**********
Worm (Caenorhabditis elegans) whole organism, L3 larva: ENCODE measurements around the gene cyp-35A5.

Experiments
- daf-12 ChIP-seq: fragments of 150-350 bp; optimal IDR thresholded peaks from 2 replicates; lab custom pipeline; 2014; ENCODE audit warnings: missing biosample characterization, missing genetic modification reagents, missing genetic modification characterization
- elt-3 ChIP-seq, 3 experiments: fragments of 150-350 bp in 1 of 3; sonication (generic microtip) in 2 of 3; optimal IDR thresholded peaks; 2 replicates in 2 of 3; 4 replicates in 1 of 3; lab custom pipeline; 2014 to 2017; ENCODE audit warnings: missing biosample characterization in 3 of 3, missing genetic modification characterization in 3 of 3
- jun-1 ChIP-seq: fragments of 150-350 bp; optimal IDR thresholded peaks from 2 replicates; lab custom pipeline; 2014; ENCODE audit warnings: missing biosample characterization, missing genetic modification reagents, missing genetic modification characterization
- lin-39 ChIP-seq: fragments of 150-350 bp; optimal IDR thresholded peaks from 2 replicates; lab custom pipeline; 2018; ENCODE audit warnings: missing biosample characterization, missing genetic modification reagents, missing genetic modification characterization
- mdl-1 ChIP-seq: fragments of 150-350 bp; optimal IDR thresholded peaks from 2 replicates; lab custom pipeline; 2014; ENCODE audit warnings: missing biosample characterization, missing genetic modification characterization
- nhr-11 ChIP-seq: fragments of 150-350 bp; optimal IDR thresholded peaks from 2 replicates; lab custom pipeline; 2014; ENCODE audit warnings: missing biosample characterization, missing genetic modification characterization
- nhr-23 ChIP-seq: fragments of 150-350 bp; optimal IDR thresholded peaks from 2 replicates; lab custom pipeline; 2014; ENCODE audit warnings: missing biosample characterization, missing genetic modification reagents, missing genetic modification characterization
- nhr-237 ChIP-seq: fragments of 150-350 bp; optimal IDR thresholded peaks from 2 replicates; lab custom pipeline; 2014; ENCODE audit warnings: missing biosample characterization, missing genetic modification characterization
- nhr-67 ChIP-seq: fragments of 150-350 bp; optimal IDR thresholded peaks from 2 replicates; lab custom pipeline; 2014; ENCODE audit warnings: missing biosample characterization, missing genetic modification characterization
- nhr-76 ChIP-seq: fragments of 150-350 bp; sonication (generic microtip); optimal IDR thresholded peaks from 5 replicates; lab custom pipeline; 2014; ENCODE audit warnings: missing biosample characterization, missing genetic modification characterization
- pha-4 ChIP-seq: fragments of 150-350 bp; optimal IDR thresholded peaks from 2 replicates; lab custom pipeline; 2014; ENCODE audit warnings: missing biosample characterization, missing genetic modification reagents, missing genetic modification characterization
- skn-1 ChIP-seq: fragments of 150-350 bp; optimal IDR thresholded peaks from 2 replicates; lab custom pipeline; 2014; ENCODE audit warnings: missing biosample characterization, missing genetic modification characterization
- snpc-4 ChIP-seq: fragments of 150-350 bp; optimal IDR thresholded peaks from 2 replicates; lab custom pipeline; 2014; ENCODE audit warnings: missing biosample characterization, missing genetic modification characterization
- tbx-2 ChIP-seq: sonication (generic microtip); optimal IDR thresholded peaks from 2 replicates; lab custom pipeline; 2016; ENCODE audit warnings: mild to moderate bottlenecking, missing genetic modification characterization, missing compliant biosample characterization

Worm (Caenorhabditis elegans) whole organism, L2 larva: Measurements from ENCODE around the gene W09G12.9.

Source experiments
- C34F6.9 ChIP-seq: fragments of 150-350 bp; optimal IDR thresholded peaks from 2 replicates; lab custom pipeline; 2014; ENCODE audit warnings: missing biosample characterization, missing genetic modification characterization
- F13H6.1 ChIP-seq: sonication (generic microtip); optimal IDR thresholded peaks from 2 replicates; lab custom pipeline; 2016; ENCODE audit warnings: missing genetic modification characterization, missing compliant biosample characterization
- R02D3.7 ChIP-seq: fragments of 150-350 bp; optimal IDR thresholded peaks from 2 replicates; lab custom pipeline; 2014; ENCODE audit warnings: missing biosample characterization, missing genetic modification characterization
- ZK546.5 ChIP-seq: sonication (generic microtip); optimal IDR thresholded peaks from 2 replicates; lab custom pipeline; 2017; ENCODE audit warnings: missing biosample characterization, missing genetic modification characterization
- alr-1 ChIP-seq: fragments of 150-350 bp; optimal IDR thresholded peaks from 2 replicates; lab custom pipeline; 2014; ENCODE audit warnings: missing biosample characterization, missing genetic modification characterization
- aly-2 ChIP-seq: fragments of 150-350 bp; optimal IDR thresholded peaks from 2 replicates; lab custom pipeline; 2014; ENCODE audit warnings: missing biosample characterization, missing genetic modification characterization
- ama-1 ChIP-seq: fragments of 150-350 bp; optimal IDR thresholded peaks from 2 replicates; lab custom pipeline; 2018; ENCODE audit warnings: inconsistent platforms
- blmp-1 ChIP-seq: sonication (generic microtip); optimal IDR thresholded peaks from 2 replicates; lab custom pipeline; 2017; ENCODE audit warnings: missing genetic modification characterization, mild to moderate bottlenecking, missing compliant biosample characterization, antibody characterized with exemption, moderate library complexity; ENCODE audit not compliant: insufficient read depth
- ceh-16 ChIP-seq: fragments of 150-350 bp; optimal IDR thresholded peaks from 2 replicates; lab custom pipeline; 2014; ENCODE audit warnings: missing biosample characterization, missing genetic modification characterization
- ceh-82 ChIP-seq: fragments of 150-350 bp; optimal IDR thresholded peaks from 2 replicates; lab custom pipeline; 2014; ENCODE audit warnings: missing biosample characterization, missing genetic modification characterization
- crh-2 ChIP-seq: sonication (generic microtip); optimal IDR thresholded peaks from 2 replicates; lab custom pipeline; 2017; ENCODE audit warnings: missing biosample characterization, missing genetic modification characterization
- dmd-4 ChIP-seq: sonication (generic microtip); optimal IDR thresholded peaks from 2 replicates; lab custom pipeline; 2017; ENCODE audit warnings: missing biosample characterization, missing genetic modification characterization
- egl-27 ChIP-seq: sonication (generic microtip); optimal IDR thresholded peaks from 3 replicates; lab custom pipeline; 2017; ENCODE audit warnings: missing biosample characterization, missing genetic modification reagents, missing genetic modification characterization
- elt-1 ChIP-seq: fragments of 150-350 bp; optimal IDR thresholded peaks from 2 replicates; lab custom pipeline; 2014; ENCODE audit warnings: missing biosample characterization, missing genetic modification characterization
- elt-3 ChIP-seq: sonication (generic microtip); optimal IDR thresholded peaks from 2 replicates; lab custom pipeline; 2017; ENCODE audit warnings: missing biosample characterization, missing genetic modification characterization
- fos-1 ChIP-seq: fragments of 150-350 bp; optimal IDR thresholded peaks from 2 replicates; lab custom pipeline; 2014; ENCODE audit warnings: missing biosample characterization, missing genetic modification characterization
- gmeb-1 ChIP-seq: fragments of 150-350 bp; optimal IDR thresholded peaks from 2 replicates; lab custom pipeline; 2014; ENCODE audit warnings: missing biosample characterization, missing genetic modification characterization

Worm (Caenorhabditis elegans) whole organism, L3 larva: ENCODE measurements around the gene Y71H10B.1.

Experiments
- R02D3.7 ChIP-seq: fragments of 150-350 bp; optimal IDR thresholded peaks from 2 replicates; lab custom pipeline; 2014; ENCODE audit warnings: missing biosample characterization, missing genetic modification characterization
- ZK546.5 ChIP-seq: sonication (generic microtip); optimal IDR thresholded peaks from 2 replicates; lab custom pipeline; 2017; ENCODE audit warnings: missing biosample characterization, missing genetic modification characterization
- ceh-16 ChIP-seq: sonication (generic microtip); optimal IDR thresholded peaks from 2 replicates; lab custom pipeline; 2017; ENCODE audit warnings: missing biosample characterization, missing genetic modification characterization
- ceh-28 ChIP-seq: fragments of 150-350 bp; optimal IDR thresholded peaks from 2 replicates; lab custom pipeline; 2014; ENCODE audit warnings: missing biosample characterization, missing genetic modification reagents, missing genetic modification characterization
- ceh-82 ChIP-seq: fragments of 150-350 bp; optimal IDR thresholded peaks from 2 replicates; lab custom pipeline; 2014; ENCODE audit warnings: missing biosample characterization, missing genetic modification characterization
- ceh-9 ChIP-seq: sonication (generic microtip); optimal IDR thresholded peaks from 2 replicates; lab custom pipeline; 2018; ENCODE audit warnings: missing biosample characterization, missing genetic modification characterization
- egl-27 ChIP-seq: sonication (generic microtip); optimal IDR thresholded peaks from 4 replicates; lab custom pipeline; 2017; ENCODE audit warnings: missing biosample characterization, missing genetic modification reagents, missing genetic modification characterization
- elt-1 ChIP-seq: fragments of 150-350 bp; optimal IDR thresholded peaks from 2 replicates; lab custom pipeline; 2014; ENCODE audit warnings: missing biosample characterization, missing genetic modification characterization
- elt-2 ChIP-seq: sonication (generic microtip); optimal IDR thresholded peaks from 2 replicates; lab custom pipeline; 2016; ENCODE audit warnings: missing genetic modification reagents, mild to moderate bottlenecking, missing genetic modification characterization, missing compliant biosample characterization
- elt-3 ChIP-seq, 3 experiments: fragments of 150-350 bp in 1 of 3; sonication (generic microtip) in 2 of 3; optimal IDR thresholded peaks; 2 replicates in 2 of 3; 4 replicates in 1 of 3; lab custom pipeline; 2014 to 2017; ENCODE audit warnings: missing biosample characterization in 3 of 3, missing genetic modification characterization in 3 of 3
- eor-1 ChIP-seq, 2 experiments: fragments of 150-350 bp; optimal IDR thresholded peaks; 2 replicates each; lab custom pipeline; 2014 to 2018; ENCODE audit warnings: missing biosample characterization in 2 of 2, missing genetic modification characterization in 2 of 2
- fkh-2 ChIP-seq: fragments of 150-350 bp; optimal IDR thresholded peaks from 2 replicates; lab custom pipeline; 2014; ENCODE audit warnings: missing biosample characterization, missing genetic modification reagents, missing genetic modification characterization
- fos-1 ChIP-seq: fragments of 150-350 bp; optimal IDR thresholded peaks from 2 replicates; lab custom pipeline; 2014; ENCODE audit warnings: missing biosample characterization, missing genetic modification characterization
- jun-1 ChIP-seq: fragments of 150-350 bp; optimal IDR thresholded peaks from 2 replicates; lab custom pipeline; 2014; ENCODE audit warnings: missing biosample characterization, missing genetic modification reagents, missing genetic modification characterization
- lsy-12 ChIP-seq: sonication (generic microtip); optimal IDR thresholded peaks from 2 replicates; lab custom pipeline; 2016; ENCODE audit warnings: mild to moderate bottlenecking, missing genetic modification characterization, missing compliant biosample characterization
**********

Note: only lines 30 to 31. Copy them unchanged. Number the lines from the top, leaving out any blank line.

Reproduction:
- dmd-4 ChIP-seq: sonication (generic microtip); optimal IDR thresholded peaks from 2 replicates; lab custom pipeline; 2017; ENCODE audit warnings: missing biosample characterization, missing genetic modification characterization
- egl-27 ChIP-seq: sonication (generic microtip); optimal IDR thresholded peaks from 3 replicates; lab custom pipeline; 2017; ENCODE audit warnings: missing biosample characterization, missing genetic modification reagents, missing genetic modification characterization